Friday 30 Mar 2012


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One New Change is a new-build mixed use development (retail and office) opposite St Paul's Cathedral, designed by Atelier Jean Nouvel for Land Securities.

One New Change, designed by avant-garde architect Jean Nouvel, controversially places dramatic contemporary architecture on a site immediately adjacent to the historic and world famous St Paul's Cathedral.

The brief was to light the signature architecture of the retail areas of the development, which consists of dark and masculine materials and finishes, yet ensure that these would be pleasant spaces to visit by day and night.

The lighting also had to take into consideration the development's highly sensitive position, with the aim to have a memorable after dark image whilst being respectful to its neighbour. Calm, contained lighting is used at the entrances to the retail areas. Exterior lighting is restricted to the use of highly-integrated practical lighting and a small number of subtle architectural highlights. The image of the building is largely derived from carefully controlled lighting from within the building, for which tenant guidelines were produced to ensure consistency.

Guidelines were also produced for retailers to ensure appropriate lighting of the shop windows, with minimal spill. A common perimeter detail is used around all the retail areas. Ceramic metal halide downlights provide both intensity of light and sparkle. This is overlaid by dimmed fluorescent lighting which provides the ability to boost light levels where and when required. These are integrated behind expanded mesh to retain the clean lines of the architecture.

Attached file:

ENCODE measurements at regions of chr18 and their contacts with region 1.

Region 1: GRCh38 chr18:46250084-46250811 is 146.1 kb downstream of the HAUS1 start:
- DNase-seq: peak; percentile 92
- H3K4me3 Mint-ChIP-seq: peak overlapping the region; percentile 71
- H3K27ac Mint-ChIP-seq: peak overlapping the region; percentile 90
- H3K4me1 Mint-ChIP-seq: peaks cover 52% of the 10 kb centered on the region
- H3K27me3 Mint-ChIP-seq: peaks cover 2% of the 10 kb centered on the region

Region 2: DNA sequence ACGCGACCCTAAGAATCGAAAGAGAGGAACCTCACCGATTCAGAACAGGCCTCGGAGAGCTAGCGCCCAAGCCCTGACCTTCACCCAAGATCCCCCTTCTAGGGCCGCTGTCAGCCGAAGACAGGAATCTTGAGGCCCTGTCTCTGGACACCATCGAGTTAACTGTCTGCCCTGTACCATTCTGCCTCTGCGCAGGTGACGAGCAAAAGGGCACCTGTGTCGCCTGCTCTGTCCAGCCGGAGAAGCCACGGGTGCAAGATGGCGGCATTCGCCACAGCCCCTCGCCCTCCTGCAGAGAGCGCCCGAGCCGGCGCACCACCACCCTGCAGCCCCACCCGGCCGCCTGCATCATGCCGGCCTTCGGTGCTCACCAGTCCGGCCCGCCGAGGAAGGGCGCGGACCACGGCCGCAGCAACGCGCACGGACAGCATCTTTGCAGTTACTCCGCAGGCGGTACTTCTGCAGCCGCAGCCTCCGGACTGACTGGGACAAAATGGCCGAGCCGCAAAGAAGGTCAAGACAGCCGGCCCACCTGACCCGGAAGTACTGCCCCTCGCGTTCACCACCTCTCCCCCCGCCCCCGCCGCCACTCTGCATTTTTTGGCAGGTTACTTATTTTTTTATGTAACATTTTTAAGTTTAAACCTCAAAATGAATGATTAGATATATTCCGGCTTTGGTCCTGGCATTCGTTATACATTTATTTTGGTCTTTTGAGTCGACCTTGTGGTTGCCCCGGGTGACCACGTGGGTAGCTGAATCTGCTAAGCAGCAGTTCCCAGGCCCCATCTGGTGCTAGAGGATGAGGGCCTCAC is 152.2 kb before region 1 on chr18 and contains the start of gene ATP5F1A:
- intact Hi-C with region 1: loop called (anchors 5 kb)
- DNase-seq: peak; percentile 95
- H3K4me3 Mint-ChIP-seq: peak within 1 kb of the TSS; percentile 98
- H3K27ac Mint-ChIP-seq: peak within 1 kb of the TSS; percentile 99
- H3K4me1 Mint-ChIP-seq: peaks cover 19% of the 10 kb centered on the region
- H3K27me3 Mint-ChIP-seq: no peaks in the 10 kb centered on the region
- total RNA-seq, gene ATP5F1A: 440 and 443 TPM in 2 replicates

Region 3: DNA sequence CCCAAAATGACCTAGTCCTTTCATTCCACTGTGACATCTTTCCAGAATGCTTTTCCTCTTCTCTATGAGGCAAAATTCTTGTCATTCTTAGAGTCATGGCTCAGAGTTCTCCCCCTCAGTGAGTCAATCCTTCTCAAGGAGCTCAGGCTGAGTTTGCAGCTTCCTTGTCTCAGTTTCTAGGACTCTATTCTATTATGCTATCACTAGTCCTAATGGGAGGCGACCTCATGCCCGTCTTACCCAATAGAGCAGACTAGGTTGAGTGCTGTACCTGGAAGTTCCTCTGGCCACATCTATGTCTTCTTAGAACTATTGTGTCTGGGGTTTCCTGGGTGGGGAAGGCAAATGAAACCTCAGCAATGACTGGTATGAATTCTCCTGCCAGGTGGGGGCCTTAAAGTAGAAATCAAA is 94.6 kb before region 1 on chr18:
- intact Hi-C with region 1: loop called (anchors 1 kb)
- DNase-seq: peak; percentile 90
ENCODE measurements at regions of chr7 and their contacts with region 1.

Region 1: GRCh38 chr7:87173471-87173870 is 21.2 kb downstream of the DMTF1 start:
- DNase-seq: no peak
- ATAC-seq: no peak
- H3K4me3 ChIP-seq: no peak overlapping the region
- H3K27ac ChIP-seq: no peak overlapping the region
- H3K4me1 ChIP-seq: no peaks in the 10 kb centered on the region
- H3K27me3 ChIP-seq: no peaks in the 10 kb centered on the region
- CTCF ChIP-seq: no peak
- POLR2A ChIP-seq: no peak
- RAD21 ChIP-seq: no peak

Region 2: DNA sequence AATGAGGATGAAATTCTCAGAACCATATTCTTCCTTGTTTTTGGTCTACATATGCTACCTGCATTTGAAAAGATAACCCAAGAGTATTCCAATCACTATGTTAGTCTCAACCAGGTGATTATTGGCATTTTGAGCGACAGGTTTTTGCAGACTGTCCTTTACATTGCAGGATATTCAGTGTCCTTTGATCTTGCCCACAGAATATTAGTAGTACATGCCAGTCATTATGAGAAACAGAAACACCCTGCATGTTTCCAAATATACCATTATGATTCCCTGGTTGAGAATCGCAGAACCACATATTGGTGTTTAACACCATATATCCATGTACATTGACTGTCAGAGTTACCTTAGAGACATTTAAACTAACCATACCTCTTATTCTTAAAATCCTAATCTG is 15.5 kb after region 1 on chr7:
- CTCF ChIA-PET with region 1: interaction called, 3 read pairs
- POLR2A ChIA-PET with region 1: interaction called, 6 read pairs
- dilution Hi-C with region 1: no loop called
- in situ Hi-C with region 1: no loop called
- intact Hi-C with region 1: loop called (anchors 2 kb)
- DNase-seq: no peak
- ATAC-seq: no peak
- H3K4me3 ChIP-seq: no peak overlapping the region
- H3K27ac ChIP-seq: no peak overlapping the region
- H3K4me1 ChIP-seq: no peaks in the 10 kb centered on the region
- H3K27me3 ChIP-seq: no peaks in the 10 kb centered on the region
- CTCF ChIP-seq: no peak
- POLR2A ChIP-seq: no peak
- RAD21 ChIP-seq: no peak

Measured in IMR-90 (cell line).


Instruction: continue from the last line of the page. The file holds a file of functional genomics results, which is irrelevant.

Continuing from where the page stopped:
Significant effort was made to select a mesh to ensure that the efficiency and light distribution is minimally affected. To lift the ambience, a continuous miniature linear LED detail washes light over the polished plaster soffits. An acute grazing angle is used to control the reflections from the high gloss surfaces as much as possible.

On the lower ground floor, simple downlighting onto pale stone flooring bounces light back up to the expanded metal soffit to lift the spaces. Light levels in the atrium are allowed to fall to provide a calm contrast. On the public roof terraces, light is used sparingly: integrated into level changes and balustrades, it provides a simple, elegant landscape that also preserves views to the adjacent historic architecture.